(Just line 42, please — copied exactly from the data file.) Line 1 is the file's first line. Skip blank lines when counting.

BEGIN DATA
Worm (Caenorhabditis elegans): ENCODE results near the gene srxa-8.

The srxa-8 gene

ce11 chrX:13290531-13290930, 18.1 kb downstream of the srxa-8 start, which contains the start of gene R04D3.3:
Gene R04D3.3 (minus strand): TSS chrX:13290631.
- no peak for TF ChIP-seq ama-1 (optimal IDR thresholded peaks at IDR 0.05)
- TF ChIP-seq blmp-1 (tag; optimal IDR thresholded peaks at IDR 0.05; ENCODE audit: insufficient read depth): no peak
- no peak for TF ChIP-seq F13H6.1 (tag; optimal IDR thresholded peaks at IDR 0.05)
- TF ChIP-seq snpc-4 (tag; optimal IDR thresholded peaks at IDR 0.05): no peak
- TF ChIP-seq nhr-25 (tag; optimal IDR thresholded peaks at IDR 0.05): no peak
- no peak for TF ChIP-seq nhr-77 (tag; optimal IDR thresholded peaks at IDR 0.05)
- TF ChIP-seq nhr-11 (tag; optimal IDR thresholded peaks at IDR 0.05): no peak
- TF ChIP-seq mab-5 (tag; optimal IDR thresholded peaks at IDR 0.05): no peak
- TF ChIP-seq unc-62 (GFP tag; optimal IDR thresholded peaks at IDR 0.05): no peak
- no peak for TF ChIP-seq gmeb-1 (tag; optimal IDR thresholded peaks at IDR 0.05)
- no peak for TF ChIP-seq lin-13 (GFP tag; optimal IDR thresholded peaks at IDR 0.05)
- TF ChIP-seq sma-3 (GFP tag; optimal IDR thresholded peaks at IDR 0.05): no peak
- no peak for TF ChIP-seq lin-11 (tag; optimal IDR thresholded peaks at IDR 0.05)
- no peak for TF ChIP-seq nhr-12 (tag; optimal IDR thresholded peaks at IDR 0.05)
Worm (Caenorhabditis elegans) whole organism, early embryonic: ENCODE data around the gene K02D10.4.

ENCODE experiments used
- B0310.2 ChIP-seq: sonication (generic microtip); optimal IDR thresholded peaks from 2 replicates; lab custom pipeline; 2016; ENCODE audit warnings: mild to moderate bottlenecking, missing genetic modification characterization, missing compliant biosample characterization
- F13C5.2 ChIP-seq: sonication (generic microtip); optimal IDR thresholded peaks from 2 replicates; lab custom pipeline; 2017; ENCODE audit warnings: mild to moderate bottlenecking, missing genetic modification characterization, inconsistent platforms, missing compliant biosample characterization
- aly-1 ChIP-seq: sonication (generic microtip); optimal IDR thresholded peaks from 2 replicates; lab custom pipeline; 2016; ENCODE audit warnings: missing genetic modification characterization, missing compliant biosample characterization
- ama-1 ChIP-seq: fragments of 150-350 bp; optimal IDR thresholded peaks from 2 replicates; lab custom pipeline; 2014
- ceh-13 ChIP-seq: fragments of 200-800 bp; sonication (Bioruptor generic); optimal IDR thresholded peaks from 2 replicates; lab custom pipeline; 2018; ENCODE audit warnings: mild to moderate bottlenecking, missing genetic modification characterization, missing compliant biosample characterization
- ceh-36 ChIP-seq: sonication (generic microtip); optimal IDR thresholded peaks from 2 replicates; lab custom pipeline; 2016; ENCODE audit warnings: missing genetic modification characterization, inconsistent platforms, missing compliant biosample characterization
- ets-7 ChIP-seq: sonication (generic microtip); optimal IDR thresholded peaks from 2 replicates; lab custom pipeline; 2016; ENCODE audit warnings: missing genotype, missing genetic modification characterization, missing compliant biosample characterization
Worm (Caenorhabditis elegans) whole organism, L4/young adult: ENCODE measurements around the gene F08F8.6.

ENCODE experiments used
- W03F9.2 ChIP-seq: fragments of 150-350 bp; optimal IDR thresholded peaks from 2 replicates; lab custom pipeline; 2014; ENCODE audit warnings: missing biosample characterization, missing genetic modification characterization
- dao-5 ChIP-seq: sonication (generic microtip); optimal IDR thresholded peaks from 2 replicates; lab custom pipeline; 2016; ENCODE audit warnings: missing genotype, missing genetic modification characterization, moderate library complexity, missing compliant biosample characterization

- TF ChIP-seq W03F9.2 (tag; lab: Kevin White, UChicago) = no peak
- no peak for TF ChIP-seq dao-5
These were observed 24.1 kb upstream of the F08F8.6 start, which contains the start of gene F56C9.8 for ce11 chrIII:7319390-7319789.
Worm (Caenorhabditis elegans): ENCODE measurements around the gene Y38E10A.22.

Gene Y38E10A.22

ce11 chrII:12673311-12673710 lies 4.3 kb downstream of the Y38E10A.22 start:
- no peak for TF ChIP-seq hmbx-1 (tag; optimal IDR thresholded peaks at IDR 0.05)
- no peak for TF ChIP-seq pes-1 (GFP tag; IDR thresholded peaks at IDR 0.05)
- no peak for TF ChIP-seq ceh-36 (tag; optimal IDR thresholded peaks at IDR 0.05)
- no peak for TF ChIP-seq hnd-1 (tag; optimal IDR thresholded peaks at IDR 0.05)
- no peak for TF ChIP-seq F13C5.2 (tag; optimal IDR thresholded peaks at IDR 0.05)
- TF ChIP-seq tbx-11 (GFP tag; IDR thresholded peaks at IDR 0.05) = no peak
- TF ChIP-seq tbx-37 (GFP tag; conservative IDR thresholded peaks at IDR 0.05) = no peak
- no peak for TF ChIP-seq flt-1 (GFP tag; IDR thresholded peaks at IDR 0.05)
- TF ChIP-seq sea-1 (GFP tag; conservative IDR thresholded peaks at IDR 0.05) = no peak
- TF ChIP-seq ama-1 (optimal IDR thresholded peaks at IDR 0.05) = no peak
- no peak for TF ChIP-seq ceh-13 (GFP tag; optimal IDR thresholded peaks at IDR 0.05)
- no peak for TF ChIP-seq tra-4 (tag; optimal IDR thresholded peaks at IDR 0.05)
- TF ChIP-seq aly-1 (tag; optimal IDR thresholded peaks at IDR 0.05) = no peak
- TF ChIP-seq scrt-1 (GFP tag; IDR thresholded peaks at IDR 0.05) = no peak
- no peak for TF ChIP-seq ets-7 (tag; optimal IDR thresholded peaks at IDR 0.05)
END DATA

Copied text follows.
- no peak for TF ChIP-seq F13C5.2 (tag; optimal IDR thresholded peaks at IDR 0.05)